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LIS Refresher Program 2016 Proclamation No 120 s1999 – Declaring the Month of June 1999 and Every Year Thereafter as Philippine Book Development Month (Approved 25 June 1999 By Joseph Ejercito Estrada) J. Proclamation No 837 s1999 – Declaring the Month of November 1991 and Every Year Thereafter as “Library and Information Services Month”: (Approved November 19, 1999 by Corazon C. Aquino) K. Proclamation No 1014 s1997 – Declaring the Month of June 1997 as Philippine Book Development Month (Approved June 2, 1997 Fidel V. Ramos) L. Proclamation No 1222 s1998 – Declaring the Month of June as Philippine Book Development Month (Approved May 20 1998 Fidel V. Ramos) I.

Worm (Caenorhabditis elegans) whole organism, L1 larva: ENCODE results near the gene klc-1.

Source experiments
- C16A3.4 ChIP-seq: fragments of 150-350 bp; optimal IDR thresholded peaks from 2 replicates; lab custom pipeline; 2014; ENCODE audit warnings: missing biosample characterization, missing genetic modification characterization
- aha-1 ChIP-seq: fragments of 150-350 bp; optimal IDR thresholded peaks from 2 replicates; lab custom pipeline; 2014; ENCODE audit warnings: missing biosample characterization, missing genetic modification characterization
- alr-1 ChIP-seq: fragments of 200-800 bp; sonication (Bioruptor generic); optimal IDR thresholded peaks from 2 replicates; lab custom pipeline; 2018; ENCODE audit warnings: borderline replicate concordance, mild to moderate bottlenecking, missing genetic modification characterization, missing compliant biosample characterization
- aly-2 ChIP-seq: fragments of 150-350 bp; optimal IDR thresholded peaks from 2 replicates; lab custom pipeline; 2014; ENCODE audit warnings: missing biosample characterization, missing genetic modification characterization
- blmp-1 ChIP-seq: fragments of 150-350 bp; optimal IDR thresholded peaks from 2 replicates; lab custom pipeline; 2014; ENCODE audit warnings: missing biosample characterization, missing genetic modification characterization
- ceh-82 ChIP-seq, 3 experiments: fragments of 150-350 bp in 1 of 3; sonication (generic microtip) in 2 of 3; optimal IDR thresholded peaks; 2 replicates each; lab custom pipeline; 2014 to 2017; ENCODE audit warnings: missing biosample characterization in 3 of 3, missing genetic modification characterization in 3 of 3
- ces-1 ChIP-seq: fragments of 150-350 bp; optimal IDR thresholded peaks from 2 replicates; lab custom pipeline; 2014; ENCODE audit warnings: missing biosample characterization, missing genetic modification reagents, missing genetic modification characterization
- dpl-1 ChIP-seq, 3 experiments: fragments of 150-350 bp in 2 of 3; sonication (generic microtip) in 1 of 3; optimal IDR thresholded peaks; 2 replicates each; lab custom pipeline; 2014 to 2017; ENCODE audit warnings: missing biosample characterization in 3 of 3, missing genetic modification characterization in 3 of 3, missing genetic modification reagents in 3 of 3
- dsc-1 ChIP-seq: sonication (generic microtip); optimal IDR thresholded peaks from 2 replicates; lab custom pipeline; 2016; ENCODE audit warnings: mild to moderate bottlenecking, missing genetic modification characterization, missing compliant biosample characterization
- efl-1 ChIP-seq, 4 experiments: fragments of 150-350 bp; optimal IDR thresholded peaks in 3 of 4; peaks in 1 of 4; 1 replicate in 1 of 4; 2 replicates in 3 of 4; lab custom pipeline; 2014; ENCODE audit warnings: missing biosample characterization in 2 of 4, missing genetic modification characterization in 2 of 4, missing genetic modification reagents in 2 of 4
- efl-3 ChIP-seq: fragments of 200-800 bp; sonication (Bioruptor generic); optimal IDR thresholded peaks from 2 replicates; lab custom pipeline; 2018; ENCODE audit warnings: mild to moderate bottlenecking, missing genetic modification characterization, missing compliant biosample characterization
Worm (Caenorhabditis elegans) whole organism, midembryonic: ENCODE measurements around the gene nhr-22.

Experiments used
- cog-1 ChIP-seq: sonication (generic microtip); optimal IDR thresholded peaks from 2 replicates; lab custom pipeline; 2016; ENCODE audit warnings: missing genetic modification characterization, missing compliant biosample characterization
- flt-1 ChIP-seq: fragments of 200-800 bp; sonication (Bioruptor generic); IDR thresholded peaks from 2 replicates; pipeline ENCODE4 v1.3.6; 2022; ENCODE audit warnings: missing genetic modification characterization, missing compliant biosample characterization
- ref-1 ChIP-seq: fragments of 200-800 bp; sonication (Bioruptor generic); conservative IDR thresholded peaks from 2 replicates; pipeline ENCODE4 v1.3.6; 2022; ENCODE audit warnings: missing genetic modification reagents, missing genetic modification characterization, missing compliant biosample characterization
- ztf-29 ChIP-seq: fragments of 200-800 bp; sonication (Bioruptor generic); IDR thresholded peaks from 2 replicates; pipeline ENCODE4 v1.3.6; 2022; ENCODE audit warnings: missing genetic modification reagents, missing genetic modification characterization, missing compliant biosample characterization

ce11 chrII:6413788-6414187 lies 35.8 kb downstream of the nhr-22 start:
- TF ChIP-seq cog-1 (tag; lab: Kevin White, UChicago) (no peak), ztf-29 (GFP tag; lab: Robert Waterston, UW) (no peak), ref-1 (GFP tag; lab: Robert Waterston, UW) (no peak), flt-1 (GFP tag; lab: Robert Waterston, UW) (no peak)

References: Ackoff, R. (1989). From Data to Wisdom. Journal of Applied System Analysis, 16: 3-9. Case, D. O. (2002). Looking for Information: A Survey of Research on Information Seeking, Needs and Behavior. San Diego: Academic Press. Gardner, H. and Shulman, L.S. (2005). “The Profession in America Today” Daedalus 134 (13-18). Harter, S. (1986). Online Information Retrieval. Orlando, Fl.: Academic Press rd Rubin, R. (2000). Foundations of Library and Information Science, 3 ed. NY: Neal-Schuman. The outline is largely based from the book Foundations of Library and Information Science by Rubin (2010)